As you know, the present perfect is a present tense because its use always implies a relationship with the present time.
There are some situations in which we use the present perfect: a) to express an action or state begun in the past which has continued up to and into the present (with the words since, so far, up to now, and so on, - Bill has live in New York since 1940. b) to express an action which was repeated in the past and which will possibly be repeated in the future. We have eaten in that restaurant many times. c) to express an action that occurred at an unspecified time in the past. Words that don't necessarily indicate an exact time often accompany this tense, like just, yet, already, recently, etc. I have already seen that movie.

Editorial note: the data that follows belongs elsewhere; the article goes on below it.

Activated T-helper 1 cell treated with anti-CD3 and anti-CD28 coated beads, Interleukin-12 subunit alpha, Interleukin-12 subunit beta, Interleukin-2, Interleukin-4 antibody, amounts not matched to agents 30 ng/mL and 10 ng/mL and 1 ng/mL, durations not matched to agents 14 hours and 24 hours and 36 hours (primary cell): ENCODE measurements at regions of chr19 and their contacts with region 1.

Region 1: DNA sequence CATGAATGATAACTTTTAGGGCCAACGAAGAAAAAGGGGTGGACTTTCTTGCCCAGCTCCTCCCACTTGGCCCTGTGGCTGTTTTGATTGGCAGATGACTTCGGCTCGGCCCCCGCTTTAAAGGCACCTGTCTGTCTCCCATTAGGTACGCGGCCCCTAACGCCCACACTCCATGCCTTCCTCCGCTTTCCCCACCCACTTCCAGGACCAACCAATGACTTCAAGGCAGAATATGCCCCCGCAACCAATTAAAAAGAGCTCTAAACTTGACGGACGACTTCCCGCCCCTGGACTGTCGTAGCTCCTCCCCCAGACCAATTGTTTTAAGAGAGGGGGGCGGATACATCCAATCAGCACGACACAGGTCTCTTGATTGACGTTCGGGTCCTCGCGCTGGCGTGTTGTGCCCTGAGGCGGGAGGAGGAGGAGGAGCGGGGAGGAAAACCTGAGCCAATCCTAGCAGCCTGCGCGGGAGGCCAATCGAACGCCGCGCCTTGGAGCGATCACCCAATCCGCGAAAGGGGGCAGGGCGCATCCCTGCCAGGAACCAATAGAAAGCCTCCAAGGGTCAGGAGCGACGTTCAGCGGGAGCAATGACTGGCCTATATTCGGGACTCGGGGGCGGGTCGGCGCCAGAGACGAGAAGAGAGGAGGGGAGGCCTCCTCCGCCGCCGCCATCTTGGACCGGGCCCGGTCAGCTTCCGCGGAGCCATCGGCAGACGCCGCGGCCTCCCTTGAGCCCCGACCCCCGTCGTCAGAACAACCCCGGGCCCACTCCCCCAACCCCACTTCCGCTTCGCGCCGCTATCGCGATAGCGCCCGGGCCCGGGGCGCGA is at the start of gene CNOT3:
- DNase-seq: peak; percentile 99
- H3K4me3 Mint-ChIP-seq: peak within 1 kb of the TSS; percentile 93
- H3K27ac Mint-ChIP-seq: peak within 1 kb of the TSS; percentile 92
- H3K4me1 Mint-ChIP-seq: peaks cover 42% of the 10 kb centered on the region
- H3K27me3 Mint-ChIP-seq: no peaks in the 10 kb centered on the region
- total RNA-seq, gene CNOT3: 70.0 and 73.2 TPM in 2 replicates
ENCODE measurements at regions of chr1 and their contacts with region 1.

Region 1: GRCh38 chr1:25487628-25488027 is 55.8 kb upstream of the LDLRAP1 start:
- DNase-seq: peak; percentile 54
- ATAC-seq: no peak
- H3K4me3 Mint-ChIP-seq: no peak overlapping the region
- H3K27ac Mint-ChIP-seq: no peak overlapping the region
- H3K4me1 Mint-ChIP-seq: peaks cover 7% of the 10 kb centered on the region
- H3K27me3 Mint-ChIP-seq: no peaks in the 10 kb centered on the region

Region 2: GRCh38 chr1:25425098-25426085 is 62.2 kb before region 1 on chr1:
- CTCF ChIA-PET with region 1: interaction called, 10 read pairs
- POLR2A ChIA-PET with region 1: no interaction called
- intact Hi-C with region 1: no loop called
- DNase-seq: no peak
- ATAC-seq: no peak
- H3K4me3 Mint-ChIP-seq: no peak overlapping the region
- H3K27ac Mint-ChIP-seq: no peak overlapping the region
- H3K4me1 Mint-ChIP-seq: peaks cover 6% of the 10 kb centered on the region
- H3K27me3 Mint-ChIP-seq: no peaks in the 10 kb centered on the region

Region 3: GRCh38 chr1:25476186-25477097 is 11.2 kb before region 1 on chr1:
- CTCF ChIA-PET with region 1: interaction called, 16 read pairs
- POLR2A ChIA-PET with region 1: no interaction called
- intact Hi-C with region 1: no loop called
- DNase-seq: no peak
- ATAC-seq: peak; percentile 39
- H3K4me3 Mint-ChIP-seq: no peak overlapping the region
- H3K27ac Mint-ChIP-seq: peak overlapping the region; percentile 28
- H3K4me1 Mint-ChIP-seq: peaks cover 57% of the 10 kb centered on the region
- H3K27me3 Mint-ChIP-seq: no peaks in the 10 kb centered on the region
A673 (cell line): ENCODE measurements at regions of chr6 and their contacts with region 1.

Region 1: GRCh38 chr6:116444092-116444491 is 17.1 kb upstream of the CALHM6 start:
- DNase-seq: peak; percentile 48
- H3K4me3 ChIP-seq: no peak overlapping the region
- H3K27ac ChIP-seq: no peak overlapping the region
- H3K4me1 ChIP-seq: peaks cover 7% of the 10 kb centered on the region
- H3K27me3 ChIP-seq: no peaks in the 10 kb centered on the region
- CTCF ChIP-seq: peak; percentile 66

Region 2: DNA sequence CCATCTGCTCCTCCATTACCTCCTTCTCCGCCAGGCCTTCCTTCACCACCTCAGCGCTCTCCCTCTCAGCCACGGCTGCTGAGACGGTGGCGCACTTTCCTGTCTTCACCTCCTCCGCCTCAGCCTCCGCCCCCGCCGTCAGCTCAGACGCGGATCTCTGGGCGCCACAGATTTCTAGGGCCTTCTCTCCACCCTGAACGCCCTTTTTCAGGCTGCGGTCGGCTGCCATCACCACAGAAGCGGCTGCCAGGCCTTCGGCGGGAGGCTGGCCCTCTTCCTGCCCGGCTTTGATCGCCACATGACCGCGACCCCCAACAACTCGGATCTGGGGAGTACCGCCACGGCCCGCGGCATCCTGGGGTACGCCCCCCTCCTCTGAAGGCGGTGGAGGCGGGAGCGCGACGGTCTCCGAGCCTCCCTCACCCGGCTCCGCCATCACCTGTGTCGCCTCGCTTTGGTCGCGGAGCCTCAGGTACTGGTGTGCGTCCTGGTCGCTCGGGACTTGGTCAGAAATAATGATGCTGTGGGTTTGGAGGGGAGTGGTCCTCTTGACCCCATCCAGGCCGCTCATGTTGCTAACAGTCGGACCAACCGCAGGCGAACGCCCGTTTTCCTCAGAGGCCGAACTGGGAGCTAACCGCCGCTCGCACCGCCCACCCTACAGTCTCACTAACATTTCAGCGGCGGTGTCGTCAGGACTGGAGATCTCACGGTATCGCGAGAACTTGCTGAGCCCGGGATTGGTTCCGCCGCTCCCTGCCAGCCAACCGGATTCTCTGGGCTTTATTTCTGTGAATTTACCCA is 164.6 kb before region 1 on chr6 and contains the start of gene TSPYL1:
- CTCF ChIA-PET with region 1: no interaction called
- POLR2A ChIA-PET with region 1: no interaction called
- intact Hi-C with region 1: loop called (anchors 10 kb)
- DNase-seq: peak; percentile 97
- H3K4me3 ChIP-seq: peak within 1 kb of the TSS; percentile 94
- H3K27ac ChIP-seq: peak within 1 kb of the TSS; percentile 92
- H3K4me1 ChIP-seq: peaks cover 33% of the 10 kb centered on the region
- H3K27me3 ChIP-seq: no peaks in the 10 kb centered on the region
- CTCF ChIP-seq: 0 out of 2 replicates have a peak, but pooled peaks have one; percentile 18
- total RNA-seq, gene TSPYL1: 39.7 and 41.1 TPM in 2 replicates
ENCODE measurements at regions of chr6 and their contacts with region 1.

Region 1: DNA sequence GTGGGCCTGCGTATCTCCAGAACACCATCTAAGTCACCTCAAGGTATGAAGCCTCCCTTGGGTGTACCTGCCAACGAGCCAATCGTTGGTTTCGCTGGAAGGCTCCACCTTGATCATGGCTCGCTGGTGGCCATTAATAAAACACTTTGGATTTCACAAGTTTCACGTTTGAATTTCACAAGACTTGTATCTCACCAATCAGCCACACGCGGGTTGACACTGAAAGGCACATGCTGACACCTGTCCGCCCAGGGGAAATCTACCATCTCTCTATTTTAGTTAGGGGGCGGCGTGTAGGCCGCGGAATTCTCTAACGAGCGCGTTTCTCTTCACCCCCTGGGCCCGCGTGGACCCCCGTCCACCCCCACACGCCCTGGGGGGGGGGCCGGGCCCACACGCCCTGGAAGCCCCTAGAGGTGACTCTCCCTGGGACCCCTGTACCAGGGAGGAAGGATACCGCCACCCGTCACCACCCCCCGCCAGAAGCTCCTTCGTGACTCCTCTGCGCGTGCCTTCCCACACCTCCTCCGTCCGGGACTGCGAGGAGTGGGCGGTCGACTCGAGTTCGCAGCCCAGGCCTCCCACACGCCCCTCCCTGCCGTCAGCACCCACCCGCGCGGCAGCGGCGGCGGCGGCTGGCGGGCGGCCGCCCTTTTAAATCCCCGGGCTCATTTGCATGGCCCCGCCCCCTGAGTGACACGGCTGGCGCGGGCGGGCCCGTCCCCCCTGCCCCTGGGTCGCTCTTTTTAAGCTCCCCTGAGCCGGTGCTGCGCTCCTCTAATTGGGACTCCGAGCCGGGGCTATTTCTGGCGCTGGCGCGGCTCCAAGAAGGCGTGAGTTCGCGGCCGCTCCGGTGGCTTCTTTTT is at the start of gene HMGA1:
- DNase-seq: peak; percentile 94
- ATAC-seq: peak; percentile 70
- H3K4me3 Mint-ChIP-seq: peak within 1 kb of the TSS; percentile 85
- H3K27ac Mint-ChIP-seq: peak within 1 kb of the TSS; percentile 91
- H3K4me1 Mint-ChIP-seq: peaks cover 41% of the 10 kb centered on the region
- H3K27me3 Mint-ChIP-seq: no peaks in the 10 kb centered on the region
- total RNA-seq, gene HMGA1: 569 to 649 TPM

The present perfect progressive is used more to emphasize the duration of time. The Johnsons' radio have been playing for two hours.
But depending on the intention of the speaker, there is very little difference between both. Many times, they are both acceptable.